Laurent Bernard — the very name commands attention.
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Think back to your last chocolate experience.
How did the chocolate taste? How did it feel in your mouth? How did you know it was quality chocolate?
You probably know by tasting the chocolate if it is good or not, but pinpointing the exact reasons behind the quality can be a little more difficult. Taking that to the next level and actually producing high-quality chocolate for your candy products is even more of a challenge.
You know you want to use the best chocolate in your products, but you may not know what actually goes into making good chocolate.
“We produce delicious Belgian chocolates.”
How many times have you heard these words? Proud of their claim, many chocolatiers use Belgian Chocolates as their unique selling proposition.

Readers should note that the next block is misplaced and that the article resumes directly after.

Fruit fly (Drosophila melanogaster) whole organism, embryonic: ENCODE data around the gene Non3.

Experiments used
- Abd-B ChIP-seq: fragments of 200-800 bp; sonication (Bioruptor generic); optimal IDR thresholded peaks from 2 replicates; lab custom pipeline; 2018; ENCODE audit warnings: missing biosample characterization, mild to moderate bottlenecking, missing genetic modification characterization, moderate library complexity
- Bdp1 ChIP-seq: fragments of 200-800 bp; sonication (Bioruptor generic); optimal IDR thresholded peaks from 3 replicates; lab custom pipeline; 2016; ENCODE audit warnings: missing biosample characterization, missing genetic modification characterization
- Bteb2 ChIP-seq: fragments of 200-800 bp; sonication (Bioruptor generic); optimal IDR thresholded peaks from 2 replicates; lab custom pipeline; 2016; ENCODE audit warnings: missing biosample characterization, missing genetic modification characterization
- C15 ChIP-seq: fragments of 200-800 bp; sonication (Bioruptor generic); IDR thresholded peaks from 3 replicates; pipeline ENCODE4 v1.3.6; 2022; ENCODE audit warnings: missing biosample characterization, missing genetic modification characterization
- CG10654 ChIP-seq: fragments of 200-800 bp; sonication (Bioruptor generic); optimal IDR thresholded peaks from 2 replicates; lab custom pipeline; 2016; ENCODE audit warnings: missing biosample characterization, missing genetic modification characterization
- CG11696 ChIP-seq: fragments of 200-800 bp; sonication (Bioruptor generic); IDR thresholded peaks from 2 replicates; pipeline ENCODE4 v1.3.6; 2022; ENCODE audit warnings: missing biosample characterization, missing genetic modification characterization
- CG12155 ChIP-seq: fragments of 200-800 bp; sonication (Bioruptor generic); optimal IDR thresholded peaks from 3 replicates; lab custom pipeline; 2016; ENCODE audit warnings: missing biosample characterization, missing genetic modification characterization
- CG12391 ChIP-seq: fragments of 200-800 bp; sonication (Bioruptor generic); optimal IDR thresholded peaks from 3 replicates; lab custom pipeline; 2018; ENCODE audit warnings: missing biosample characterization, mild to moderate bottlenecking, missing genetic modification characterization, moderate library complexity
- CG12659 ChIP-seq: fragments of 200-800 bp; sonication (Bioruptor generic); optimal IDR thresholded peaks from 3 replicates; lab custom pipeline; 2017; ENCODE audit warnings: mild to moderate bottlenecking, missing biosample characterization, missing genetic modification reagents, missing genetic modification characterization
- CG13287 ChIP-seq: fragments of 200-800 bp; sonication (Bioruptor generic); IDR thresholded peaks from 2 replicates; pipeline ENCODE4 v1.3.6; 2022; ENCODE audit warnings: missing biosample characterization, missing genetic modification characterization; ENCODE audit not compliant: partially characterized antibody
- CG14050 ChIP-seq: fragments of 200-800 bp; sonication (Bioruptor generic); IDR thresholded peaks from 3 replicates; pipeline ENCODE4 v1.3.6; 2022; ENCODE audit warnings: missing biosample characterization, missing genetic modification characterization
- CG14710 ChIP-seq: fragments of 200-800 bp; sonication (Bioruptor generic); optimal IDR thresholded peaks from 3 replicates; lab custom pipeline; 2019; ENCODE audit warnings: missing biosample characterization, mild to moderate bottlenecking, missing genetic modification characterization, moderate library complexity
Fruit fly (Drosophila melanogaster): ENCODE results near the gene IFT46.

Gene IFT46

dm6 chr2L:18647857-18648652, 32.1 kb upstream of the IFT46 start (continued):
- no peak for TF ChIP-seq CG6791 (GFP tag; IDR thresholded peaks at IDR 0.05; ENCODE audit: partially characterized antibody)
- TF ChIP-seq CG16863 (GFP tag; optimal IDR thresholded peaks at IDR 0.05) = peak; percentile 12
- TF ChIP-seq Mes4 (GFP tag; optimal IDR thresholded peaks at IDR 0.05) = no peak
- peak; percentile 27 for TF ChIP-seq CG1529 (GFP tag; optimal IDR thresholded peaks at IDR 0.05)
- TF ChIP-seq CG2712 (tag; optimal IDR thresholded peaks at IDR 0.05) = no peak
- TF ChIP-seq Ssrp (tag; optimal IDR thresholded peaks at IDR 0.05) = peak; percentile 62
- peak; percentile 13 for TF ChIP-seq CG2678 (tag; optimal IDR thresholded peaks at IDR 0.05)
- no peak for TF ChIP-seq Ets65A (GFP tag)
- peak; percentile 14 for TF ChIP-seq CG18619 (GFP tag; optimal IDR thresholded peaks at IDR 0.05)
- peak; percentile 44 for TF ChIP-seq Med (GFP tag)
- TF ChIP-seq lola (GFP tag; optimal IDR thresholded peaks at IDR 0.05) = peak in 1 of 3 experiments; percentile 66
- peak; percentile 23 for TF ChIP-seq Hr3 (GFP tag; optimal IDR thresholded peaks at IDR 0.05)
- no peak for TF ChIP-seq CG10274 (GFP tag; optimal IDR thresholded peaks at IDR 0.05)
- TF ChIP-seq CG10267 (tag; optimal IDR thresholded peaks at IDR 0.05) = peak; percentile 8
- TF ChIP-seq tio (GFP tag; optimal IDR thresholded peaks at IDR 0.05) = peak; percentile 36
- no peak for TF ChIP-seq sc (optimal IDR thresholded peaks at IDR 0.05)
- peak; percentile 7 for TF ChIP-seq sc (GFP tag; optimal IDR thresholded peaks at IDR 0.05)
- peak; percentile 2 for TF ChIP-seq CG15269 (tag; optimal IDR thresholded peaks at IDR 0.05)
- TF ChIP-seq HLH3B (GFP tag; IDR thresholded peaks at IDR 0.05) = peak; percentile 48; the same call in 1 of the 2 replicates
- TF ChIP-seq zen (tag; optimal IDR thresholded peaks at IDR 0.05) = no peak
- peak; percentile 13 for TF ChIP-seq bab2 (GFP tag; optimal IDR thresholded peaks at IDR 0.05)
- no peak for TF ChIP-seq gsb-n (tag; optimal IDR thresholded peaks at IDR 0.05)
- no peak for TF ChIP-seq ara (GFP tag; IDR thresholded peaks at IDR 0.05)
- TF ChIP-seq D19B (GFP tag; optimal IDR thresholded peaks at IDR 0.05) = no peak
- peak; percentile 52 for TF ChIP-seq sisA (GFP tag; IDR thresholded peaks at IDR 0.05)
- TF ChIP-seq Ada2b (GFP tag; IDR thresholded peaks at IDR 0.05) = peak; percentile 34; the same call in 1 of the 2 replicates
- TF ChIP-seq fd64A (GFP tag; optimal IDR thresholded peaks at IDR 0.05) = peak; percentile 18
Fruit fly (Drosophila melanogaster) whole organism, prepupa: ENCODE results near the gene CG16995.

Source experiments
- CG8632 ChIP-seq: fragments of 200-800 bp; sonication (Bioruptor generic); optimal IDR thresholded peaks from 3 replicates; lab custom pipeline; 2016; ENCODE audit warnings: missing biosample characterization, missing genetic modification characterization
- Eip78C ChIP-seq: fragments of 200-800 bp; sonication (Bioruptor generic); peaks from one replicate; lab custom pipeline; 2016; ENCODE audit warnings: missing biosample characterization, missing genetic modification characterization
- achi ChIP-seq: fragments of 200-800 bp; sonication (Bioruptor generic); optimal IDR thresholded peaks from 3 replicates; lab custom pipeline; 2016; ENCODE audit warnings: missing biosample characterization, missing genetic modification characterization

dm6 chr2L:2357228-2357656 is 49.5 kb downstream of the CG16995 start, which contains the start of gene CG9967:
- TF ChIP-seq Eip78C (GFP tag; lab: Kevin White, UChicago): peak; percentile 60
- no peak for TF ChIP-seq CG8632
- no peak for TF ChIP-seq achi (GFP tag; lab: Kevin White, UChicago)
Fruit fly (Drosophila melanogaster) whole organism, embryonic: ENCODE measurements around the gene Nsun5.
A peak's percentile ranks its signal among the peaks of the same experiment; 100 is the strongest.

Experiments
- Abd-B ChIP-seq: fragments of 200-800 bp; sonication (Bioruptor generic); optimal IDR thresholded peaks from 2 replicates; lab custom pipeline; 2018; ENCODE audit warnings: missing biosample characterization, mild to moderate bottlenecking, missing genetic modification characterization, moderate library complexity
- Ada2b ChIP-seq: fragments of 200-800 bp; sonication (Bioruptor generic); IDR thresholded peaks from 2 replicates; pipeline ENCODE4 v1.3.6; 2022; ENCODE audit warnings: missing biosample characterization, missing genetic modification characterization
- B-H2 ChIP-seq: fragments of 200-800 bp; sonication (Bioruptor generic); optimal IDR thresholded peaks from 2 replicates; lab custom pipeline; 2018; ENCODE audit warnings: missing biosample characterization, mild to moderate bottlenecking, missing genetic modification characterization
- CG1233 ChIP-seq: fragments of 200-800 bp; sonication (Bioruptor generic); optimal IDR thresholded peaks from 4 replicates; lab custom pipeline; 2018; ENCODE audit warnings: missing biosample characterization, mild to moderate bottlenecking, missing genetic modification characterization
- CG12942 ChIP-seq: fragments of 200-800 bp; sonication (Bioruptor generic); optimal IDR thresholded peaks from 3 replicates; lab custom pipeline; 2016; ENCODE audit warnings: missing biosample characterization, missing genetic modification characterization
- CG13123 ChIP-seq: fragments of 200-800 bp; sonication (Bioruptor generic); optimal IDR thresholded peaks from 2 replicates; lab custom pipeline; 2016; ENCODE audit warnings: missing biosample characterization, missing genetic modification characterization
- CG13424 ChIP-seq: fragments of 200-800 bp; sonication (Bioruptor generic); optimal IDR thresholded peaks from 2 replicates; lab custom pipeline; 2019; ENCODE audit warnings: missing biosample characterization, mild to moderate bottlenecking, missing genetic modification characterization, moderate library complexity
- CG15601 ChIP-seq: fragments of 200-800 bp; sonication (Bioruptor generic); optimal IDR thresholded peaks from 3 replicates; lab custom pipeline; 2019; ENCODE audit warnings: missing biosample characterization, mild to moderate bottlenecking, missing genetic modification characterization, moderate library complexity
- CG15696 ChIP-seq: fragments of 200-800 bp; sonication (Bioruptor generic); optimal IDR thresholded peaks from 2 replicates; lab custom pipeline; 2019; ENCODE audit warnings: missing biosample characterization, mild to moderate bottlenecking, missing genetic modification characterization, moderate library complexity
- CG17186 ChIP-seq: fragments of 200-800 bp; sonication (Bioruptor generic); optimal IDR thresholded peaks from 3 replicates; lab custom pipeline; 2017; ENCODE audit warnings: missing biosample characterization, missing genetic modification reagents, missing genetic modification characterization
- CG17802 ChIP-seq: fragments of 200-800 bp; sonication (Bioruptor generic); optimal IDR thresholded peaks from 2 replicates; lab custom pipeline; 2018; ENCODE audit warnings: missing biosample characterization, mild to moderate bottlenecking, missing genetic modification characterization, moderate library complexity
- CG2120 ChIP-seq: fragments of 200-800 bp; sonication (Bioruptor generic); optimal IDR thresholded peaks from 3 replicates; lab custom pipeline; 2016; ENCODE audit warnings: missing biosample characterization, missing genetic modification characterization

They consider it a badge of honour. It’s like they are making some kind of superior chocolates from the regular ones on the market. Like they follow a special recipe or can guarantee a better quality and origin. Not even the renowned Swiss Chocolate has the same marketing power.
Belgian chocolates have gained the trust of chocoholics throughout history, and many consumers even believe them to be the best chocolates in the world. But what is the exact definition of Belgian Chocolates? And are they worth the hype?
Every year we celebrate our birthdays with cake, candles, balloons, and a party.
Whether you’re throwing a party for your kids, filled with presents, crazy birthday cakes, and colorful decorations, or you’re wondering where that last year went as you drink one more glass of Champagne and toast to another year of survival, birthday parties are annual and inescapable.
But where did all these traditions start?